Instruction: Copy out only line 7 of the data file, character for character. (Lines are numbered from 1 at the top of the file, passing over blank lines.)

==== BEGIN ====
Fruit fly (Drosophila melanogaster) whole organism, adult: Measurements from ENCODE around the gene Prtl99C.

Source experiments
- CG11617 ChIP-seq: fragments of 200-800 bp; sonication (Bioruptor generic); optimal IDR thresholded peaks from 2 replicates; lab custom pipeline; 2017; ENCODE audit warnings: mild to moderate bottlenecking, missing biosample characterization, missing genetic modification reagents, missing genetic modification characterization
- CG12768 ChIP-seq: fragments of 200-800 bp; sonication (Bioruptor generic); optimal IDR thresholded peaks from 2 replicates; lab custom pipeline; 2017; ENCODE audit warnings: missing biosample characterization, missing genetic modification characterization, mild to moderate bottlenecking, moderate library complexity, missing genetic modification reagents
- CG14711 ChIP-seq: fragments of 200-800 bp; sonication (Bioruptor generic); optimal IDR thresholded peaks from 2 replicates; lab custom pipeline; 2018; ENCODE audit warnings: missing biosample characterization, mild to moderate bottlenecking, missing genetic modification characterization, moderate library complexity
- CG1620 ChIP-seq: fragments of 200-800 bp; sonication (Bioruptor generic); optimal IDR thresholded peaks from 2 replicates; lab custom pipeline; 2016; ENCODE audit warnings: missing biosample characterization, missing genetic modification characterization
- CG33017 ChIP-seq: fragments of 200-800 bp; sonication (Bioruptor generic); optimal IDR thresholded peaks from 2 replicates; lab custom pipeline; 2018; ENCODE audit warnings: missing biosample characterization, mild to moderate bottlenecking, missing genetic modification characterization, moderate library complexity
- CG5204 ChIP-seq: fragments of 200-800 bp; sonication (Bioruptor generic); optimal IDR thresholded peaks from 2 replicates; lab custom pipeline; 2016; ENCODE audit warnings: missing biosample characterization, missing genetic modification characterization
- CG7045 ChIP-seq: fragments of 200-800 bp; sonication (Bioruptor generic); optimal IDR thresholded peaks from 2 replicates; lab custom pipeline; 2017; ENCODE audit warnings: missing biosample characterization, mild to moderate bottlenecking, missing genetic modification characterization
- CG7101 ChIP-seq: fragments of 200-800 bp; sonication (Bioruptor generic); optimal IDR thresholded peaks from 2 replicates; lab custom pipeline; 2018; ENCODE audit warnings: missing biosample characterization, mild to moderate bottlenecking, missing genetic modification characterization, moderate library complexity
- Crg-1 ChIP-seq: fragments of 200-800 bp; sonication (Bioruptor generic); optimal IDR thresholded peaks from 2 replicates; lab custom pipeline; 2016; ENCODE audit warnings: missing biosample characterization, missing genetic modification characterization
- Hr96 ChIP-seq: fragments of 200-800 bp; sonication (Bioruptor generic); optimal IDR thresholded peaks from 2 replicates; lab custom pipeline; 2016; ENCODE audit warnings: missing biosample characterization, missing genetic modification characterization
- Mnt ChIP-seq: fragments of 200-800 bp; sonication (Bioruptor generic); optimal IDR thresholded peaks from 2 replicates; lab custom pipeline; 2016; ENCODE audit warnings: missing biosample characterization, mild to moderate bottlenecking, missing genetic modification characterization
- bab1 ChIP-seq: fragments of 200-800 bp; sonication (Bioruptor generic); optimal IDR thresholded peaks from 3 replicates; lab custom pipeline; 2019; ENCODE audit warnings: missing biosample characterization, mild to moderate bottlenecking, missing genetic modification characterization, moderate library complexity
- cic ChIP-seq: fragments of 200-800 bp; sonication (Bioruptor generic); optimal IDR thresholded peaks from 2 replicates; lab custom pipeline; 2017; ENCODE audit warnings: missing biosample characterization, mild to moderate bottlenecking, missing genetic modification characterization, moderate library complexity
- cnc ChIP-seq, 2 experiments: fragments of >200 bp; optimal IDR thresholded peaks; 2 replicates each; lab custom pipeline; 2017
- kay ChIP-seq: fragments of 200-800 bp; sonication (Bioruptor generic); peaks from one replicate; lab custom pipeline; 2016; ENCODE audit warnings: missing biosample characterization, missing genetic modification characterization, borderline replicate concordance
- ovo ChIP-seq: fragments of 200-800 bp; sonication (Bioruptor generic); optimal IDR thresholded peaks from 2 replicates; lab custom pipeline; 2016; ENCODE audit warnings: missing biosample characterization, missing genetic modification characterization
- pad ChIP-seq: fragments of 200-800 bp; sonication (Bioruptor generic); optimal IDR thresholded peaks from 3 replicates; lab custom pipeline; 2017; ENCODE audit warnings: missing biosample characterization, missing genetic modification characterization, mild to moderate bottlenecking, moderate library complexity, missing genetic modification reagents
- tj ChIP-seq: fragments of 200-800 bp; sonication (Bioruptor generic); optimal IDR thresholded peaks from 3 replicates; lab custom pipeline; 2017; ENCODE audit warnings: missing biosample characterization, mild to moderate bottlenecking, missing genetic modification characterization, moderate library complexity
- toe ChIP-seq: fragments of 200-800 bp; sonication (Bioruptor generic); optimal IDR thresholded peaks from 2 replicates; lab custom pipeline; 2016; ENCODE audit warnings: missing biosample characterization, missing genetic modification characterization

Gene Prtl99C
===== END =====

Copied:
- CG33017 ChIP-seq: fragments of 200-800 bp; sonication (Bioruptor generic); optimal IDR thresholded peaks from 2 replicates; lab custom pipeline; 2018; ENCODE audit warnings: missing biosample characterization, mild to moderate bottlenecking, missing genetic modification characterization, moderate library complexity